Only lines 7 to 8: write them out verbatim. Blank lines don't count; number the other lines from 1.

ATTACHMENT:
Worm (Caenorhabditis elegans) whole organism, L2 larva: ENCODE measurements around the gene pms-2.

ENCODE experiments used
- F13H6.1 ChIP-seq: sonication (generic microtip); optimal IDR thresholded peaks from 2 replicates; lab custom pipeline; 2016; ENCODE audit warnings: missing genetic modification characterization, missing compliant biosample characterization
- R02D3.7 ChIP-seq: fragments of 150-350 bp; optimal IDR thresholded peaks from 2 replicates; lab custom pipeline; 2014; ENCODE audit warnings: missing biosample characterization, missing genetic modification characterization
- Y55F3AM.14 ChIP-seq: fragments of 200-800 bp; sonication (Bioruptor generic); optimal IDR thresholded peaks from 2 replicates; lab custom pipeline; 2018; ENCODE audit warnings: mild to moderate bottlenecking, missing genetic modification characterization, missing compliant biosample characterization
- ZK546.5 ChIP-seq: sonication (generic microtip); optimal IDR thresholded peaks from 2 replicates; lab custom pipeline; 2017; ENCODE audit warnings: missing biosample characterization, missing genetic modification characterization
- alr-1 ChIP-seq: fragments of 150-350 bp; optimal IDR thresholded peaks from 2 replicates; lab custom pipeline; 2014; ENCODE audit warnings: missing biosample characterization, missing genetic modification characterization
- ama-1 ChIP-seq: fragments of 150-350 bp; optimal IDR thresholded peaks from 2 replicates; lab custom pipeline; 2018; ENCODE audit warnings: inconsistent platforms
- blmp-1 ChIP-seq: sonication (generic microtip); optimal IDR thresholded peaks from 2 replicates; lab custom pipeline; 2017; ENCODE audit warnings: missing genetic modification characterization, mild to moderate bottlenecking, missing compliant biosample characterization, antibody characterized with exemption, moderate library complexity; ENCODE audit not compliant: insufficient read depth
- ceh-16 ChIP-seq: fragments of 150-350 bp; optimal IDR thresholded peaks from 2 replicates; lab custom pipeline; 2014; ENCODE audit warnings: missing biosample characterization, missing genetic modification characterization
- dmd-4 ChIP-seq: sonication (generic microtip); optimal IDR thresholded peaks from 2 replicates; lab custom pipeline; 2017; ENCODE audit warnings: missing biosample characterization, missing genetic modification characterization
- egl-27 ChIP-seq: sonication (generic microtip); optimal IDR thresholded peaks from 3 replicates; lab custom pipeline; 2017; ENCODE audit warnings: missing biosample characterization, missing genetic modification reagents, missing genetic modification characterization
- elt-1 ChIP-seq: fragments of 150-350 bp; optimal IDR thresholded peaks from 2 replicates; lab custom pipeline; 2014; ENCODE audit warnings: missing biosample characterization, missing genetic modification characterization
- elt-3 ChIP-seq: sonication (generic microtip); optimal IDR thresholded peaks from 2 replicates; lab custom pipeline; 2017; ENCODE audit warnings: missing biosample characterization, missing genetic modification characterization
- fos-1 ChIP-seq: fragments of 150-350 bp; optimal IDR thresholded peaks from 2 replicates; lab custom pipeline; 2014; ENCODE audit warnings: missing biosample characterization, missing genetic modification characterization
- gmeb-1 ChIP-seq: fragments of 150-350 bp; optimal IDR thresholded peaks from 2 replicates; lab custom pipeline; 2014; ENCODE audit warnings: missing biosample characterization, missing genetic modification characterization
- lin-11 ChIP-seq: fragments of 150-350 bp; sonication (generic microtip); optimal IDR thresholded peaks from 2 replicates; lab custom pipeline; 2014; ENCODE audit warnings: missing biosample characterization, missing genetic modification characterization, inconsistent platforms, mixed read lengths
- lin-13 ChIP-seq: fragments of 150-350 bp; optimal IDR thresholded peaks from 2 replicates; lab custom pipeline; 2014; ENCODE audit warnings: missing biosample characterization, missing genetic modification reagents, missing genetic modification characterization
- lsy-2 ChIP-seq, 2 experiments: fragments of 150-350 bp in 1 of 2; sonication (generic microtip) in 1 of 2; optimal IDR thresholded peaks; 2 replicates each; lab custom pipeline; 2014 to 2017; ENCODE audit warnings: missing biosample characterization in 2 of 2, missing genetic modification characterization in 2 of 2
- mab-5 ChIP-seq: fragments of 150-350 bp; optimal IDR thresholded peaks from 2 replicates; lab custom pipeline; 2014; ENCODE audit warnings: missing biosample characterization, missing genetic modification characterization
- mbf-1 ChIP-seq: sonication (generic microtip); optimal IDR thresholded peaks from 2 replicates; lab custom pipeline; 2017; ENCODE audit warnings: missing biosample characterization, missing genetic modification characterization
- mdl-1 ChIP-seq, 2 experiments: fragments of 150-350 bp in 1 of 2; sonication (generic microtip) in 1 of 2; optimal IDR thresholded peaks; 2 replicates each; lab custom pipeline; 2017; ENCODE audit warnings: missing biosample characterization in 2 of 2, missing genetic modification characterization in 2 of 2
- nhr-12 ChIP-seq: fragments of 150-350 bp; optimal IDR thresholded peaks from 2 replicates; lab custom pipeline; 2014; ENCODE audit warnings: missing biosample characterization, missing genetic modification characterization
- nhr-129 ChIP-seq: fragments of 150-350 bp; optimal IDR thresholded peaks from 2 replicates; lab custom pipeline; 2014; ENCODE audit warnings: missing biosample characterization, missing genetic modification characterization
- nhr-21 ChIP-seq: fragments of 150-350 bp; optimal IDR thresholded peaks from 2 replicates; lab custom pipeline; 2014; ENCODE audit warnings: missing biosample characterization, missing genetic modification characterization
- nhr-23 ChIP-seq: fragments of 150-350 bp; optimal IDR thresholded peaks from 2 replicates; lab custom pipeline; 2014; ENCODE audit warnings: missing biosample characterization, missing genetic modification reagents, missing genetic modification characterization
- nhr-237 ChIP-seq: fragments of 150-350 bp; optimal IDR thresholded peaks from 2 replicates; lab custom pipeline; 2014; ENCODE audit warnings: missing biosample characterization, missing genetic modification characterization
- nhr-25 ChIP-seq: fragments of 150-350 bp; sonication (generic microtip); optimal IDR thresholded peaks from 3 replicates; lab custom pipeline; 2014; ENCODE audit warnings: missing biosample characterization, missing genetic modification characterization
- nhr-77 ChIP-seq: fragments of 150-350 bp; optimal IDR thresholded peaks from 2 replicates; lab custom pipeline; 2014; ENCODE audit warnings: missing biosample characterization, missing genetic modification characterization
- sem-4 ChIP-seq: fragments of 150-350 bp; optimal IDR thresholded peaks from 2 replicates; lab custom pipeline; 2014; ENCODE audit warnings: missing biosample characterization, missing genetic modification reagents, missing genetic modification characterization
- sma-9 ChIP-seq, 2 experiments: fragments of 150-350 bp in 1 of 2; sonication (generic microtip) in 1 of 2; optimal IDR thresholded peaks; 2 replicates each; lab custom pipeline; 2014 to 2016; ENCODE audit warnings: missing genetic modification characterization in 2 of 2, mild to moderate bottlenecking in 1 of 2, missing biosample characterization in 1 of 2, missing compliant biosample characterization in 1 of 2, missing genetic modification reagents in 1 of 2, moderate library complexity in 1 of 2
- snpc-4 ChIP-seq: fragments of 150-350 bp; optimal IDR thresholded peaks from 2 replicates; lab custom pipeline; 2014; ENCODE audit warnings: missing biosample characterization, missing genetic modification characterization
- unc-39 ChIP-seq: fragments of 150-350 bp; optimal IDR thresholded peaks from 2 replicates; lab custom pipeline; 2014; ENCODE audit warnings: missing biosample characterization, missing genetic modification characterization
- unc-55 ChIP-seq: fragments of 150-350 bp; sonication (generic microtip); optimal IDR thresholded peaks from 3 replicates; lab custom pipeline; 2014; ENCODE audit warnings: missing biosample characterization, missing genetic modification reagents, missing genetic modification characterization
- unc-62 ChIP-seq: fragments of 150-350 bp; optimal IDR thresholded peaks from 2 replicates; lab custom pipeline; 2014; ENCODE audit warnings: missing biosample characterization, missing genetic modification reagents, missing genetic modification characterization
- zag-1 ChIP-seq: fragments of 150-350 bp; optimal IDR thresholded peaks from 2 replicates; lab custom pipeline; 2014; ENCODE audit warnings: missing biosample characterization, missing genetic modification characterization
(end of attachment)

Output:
- alr-1 ChIP-seq: fragments of 150-350 bp; optimal IDR thresholded peaks from 2 replicates; lab custom pipeline; 2014; ENCODE audit warnings: missing biosample characterization, missing genetic modification characterization
- ama-1 ChIP-seq: fragments of 150-350 bp; optimal IDR thresholded peaks from 2 replicates; lab custom pipeline; 2018; ENCODE audit warnings: inconsistent platforms